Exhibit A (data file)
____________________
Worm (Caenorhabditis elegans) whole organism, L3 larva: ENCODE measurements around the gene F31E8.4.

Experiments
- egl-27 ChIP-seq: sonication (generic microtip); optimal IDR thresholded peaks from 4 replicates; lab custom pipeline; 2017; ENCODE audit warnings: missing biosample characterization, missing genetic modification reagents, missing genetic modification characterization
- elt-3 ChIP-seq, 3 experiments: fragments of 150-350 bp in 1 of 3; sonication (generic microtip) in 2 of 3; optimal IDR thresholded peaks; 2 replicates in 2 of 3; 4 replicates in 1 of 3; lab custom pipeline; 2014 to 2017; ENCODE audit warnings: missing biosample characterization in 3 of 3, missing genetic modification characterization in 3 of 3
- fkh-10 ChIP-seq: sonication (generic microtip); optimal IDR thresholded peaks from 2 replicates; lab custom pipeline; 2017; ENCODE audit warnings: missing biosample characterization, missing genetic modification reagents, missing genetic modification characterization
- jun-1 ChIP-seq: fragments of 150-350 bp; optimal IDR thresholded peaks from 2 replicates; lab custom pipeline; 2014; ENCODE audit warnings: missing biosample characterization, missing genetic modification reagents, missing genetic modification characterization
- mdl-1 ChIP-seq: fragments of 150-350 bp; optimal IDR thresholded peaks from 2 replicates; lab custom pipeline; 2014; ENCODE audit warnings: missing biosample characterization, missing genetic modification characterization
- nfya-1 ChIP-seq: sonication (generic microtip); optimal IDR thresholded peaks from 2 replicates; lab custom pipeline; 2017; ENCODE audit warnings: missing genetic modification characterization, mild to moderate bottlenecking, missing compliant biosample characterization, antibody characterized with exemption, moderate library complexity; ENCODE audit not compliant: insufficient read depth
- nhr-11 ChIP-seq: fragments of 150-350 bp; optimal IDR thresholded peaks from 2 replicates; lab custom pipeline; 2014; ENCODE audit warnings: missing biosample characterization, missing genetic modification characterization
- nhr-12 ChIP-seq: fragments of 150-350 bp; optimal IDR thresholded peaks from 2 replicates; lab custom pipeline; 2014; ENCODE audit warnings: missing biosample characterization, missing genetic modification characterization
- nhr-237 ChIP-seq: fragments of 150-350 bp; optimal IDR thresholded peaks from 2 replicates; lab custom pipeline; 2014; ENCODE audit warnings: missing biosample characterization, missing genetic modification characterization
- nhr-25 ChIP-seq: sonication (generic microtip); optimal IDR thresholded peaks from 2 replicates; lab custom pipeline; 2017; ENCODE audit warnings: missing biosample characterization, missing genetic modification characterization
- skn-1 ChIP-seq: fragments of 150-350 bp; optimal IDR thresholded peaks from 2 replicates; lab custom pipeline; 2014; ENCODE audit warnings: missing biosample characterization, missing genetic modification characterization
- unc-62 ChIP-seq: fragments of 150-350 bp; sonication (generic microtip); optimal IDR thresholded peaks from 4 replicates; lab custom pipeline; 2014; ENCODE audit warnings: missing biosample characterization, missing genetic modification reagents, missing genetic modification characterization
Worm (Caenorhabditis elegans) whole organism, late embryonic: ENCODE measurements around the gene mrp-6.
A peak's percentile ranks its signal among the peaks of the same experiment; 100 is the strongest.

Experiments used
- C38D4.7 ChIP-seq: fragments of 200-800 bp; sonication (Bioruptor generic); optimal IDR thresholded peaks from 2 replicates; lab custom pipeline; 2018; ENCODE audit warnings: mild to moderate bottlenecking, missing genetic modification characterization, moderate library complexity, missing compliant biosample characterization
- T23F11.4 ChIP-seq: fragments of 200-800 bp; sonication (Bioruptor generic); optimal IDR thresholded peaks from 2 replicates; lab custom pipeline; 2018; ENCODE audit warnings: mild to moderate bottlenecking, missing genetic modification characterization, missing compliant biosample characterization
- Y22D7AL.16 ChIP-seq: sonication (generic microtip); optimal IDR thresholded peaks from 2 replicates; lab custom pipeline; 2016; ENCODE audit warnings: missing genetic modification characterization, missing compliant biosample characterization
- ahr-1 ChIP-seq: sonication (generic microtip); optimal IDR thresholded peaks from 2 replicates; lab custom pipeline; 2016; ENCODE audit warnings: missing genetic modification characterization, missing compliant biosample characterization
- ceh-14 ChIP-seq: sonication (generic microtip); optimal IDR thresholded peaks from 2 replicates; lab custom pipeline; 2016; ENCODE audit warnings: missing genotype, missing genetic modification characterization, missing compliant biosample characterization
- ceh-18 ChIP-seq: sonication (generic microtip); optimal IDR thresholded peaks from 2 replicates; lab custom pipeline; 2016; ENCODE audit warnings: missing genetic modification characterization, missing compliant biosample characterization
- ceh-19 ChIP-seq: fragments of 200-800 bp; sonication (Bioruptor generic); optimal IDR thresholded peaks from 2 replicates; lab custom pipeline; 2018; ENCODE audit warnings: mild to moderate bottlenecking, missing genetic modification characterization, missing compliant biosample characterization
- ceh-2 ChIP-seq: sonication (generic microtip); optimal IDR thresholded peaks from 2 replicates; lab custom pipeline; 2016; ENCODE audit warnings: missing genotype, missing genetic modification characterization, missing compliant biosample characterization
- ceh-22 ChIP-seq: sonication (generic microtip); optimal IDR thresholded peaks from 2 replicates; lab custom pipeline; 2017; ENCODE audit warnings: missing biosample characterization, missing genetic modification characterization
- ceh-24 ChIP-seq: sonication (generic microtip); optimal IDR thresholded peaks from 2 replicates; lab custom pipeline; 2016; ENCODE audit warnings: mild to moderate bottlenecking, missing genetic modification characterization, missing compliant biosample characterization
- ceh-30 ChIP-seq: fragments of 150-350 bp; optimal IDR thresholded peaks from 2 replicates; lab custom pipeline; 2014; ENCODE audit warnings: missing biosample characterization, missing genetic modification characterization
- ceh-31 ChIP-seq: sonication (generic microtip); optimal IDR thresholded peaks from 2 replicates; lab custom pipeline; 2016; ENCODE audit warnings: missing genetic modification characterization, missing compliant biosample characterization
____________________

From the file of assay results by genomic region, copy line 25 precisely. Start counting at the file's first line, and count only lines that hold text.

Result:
- ceh-2 ChIP-seq: sonication (generic microtip); optimal IDR thresholded peaks from 2 replicates; lab custom pipeline; 2016; ENCODE audit warnings: missing genotype, missing genetic modification characterization, missing compliant biosample characterization